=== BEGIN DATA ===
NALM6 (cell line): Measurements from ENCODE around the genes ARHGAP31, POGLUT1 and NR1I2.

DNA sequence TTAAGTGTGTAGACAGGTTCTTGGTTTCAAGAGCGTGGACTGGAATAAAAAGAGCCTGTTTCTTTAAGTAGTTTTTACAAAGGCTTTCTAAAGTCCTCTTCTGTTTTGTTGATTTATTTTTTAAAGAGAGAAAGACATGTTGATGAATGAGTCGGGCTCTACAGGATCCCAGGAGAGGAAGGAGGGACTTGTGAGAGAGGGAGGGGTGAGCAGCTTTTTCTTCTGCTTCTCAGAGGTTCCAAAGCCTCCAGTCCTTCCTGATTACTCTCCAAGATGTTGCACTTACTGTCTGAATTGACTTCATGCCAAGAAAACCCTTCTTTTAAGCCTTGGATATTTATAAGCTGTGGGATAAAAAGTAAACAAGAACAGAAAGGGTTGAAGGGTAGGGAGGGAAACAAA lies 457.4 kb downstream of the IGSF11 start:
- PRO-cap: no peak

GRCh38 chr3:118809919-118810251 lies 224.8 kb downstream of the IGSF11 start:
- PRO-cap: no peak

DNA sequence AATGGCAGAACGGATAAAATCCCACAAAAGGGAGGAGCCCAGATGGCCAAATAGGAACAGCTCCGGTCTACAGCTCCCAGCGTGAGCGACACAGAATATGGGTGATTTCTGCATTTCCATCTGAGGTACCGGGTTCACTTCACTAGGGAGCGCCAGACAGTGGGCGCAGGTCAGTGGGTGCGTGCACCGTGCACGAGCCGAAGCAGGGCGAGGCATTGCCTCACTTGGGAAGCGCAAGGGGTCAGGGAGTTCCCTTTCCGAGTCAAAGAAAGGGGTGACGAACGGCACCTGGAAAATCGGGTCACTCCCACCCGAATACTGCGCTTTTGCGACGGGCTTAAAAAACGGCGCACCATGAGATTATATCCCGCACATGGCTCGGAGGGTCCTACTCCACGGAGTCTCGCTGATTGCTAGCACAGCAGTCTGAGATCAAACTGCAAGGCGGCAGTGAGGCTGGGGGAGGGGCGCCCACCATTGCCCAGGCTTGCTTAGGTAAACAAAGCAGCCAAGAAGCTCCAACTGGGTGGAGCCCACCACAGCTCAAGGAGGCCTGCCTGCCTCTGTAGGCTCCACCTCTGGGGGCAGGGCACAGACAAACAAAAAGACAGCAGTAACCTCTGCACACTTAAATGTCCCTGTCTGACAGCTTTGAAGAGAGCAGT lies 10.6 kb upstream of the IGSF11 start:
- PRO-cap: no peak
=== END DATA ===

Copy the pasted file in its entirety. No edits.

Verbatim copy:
NALM6 (cell line): Measurements from ENCODE around the genes ARHGAP31, POGLUT1 and NR1I2.

DNA sequence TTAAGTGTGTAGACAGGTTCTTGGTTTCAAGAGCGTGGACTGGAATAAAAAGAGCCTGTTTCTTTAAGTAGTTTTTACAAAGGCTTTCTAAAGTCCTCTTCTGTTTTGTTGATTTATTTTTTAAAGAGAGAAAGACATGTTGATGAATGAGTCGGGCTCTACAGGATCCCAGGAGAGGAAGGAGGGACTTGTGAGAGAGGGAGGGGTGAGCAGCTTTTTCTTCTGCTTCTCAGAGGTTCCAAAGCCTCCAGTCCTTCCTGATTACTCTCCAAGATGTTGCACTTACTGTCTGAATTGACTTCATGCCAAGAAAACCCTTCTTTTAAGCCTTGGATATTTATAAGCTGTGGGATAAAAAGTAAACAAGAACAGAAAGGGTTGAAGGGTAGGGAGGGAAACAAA lies 457.4 kb downstream of the IGSF11 start:
- PRO-cap: no peak

GRCh38 chr3:118809919-118810251 lies 224.8 kb downstream of the IGSF11 start:
- PRO-cap: no peak

DNA sequence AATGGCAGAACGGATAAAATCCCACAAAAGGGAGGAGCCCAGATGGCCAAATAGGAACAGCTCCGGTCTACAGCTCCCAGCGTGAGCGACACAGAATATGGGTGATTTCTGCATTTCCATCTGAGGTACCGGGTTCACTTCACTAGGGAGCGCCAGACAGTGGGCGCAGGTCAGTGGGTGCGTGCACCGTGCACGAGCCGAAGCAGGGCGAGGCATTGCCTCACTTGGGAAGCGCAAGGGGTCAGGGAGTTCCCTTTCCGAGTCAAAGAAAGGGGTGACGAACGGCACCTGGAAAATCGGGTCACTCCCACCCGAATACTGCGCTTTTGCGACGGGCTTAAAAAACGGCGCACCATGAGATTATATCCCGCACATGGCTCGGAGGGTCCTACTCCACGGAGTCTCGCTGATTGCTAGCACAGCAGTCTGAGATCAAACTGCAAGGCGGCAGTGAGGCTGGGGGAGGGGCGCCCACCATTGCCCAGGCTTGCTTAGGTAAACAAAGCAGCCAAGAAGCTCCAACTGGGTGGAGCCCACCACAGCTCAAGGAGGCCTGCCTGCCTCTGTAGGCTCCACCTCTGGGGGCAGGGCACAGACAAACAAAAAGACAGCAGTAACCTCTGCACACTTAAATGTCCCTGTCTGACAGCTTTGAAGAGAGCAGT lies 10.6 kb upstream of the IGSF11 start:
- PRO-cap: no peak